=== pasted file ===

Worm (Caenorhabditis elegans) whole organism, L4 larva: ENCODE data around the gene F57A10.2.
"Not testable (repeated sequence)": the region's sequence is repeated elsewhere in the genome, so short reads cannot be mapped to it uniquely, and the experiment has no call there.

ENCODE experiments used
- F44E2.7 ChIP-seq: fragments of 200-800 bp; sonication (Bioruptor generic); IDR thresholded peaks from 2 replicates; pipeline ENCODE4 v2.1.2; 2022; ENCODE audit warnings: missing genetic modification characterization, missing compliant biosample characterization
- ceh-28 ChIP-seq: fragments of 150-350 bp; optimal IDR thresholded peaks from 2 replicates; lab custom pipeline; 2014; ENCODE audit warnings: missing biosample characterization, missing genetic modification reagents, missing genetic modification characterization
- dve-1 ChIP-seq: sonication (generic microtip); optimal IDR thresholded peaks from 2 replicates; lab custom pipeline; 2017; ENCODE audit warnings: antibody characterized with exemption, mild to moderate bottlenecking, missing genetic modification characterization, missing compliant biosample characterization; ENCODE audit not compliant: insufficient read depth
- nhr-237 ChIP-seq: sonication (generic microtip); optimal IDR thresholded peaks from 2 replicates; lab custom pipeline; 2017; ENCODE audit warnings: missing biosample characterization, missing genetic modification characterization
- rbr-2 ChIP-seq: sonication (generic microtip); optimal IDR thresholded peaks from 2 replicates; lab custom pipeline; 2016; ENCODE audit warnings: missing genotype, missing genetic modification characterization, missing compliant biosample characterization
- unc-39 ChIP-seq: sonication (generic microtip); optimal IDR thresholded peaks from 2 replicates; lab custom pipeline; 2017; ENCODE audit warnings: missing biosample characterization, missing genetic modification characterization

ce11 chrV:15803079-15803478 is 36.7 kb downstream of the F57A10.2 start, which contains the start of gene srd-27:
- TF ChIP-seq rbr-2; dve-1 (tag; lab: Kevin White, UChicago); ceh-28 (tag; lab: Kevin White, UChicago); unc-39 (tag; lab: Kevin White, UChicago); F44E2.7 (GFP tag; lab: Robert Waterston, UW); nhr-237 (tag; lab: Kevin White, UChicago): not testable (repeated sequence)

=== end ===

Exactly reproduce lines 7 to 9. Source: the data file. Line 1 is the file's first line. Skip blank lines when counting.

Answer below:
- nhr-237 ChIP-seq: sonication (generic microtip); optimal IDR thresholded peaks from 2 replicates; lab custom pipeline; 2017; ENCODE audit warnings: missing biosample characterization, missing genetic modification characterization
- rbr-2 ChIP-seq: sonication (generic microtip); optimal IDR thresholded peaks from 2 replicates; lab custom pipeline; 2016; ENCODE audit warnings: missing genotype, missing genetic modification characterization, missing compliant biosample characterization
- unc-39 ChIP-seq: sonication (generic microtip); optimal IDR thresholded peaks from 2 replicates; lab custom pipeline; 2017; ENCODE audit warnings: missing biosample characterization, missing genetic modification characterization